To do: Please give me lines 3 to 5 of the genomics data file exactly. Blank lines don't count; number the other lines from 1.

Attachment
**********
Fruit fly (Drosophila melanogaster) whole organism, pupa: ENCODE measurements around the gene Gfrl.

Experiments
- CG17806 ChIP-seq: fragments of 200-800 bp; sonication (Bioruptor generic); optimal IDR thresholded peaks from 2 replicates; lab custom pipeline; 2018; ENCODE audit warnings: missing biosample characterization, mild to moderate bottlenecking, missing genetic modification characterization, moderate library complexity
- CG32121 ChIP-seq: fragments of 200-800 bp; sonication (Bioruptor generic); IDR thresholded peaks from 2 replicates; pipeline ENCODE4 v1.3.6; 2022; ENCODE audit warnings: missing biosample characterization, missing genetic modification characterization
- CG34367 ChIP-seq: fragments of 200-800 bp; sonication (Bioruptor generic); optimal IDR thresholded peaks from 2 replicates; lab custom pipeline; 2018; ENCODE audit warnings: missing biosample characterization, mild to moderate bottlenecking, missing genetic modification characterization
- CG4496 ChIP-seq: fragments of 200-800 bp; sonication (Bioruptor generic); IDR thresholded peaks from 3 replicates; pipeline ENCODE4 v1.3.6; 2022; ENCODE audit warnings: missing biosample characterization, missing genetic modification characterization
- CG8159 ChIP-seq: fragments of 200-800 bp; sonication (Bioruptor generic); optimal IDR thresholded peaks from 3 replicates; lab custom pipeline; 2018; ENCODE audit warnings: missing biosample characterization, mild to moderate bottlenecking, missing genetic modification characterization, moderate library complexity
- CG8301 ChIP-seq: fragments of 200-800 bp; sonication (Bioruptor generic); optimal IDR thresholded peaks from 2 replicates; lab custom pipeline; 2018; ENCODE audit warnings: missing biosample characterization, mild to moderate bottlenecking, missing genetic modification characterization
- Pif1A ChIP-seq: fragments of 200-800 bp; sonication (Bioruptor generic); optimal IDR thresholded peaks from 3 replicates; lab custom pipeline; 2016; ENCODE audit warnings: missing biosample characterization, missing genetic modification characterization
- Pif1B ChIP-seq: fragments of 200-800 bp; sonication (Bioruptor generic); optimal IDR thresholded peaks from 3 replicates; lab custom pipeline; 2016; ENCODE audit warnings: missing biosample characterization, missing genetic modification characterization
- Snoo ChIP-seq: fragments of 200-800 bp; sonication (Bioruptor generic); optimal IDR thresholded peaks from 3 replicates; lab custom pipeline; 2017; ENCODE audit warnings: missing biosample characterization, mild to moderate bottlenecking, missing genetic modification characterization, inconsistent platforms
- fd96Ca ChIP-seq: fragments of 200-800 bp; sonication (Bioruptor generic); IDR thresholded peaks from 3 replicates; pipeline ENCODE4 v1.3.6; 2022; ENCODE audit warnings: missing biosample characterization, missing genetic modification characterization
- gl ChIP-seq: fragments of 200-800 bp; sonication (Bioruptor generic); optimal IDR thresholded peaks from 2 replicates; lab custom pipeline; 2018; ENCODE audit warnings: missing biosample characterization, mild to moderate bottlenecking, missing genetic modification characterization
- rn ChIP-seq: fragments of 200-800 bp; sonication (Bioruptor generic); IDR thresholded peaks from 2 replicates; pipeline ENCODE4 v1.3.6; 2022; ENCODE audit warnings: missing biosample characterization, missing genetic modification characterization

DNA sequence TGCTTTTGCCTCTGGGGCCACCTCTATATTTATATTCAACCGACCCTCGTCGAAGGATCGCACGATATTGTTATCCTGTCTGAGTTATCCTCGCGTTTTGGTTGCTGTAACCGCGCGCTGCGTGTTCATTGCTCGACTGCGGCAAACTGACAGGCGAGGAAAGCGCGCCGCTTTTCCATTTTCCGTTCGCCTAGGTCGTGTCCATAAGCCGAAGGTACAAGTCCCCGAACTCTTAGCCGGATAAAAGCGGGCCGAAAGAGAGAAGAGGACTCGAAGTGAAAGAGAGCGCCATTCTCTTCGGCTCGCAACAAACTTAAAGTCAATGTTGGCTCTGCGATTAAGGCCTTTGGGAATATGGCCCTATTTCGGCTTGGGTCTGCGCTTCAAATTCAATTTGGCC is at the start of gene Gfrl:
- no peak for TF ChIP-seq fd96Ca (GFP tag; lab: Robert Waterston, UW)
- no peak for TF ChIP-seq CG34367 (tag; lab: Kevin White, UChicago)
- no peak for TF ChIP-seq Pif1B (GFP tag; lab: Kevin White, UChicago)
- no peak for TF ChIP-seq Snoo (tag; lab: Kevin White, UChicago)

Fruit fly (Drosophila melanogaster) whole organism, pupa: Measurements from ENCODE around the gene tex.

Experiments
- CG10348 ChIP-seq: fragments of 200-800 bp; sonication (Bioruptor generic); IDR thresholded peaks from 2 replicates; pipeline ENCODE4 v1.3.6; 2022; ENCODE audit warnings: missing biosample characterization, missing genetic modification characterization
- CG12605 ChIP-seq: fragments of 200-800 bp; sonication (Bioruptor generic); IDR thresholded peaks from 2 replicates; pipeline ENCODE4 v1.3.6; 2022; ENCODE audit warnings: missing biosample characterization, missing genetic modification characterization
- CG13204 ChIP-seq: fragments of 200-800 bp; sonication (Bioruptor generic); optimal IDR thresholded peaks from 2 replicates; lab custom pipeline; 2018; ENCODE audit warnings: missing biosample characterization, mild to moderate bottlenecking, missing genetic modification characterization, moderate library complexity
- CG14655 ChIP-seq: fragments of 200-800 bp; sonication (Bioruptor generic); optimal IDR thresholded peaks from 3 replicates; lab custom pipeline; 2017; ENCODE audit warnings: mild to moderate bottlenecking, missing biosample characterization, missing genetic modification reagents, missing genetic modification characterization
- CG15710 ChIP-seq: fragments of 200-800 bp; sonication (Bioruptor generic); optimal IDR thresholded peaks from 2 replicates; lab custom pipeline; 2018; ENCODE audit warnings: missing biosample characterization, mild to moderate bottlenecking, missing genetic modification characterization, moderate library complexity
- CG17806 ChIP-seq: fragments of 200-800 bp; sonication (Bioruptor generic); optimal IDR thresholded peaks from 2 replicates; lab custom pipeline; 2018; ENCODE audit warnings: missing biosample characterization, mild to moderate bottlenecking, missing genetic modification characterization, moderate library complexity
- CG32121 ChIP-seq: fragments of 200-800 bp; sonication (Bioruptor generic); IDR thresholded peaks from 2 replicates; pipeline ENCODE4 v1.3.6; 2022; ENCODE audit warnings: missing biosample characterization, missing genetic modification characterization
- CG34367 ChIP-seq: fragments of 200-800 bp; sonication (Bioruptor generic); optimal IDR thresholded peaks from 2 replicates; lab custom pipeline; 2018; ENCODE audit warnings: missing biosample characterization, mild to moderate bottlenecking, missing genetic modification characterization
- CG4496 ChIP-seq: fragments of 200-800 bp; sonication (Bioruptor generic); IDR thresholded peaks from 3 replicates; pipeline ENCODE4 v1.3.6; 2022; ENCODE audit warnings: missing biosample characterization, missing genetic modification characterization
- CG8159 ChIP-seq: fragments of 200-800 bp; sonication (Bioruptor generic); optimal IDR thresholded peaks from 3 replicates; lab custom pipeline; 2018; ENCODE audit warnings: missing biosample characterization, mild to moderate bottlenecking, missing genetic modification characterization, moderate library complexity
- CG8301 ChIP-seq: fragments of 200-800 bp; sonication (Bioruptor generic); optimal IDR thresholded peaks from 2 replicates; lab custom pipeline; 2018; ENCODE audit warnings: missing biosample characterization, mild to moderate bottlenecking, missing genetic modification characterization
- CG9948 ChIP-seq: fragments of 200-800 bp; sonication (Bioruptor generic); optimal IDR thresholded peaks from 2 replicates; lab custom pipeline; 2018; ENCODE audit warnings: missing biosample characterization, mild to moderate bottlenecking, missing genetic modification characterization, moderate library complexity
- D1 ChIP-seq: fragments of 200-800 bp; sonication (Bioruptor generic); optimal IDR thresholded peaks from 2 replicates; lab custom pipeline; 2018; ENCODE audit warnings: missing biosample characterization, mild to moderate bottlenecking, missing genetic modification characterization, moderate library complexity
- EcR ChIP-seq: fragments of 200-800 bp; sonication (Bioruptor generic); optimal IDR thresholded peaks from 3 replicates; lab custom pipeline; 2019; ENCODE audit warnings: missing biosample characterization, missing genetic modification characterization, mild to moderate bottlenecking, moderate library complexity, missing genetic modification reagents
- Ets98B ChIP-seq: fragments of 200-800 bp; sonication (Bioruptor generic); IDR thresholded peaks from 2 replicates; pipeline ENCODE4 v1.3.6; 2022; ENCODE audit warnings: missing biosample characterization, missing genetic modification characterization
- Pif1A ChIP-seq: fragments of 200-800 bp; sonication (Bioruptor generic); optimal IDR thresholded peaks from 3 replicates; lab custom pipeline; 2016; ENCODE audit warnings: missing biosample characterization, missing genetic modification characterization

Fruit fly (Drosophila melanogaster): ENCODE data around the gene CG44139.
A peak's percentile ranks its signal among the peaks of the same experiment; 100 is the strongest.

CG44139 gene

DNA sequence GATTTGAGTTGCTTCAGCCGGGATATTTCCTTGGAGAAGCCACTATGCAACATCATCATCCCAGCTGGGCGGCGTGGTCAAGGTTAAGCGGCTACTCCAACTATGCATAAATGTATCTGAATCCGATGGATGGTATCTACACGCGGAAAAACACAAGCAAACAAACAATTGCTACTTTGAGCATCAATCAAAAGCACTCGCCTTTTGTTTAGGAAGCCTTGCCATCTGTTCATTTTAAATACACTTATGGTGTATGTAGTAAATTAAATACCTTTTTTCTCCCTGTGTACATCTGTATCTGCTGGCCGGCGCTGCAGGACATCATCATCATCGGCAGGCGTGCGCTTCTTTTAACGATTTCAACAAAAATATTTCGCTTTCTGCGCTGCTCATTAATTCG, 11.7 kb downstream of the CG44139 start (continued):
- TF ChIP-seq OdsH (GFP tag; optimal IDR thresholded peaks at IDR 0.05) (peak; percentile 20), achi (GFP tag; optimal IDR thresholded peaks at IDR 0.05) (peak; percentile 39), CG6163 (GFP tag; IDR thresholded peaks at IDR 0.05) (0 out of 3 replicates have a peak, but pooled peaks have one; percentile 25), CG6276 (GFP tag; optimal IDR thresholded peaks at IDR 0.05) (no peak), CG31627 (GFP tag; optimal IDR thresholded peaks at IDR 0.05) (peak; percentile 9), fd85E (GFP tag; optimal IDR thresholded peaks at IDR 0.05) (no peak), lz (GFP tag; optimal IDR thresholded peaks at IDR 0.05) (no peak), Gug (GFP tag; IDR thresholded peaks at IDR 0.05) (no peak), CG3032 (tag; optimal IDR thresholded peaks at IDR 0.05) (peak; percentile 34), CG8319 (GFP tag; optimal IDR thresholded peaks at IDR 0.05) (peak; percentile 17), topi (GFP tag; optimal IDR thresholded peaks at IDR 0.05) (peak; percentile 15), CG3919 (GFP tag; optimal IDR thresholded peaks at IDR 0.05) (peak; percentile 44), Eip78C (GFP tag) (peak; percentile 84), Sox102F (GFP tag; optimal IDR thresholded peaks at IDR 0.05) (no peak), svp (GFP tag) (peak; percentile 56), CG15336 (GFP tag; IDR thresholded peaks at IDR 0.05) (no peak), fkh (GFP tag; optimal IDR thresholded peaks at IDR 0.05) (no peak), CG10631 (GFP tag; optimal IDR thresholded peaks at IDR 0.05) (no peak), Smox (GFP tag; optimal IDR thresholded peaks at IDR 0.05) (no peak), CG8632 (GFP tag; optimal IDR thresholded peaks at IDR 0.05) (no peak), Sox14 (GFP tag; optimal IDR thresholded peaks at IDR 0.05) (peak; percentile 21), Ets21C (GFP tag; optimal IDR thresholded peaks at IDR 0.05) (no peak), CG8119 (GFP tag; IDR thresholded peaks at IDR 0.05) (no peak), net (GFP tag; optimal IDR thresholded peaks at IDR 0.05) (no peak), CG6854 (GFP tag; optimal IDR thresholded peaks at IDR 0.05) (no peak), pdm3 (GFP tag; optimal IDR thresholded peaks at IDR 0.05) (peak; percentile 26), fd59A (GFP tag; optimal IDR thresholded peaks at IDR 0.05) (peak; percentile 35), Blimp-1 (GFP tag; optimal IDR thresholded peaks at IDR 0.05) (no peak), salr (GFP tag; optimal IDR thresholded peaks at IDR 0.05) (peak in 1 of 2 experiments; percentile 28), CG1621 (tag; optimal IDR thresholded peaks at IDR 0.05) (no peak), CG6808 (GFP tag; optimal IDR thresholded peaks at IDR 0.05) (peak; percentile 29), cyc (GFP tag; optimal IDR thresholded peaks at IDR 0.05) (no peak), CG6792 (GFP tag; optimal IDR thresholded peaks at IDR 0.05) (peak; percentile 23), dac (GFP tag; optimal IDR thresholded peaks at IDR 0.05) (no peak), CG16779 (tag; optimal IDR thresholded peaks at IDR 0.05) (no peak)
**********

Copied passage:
- CG17806 ChIP-seq: fragments of 200-800 bp; sonication (Bioruptor generic); optimal IDR thresholded peaks from 2 replicates; lab custom pipeline; 2018; ENCODE audit warnings: missing biosample characterization, mild to moderate bottlenecking, missing genetic modification characterization, moderate library complexity
- CG32121 ChIP-seq: fragments of 200-800 bp; sonication (Bioruptor generic); IDR thresholded peaks from 2 replicates; pipeline ENCODE4 v1.3.6; 2022; ENCODE audit warnings: missing biosample characterization, missing genetic modification characterization
- CG34367 ChIP-seq: fragments of 200-800 bp; sonication (Bioruptor generic); optimal IDR thresholded peaks from 2 replicates; lab custom pipeline; 2018; ENCODE audit warnings: missing biosample characterization, mild to moderate bottlenecking, missing genetic modification characterization